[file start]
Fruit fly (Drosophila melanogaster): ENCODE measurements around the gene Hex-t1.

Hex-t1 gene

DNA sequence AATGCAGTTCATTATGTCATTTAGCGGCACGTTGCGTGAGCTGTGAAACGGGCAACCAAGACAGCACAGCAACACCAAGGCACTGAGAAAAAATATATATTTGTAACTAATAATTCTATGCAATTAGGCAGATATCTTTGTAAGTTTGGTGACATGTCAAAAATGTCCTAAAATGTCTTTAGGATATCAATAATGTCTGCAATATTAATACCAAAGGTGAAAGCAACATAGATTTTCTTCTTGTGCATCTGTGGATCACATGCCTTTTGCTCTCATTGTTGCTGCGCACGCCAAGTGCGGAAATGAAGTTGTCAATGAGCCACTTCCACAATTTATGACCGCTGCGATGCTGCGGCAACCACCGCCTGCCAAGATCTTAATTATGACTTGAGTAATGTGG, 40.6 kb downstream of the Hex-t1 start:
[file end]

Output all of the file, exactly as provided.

Fruit fly (Drosophila melanogaster): ENCODE measurements around the gene Hex-t1.

Hex-t1 gene

DNA sequence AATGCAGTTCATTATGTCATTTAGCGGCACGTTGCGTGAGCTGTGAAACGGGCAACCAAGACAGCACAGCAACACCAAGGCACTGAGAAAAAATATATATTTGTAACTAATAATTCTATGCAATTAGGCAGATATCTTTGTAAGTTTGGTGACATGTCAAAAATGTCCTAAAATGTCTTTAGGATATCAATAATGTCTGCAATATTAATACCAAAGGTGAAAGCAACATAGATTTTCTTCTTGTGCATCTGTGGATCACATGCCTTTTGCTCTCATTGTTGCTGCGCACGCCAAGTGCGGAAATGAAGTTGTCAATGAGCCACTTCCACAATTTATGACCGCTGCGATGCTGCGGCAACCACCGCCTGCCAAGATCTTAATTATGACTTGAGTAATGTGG, 40.6 kb downstream of the Hex-t1 start: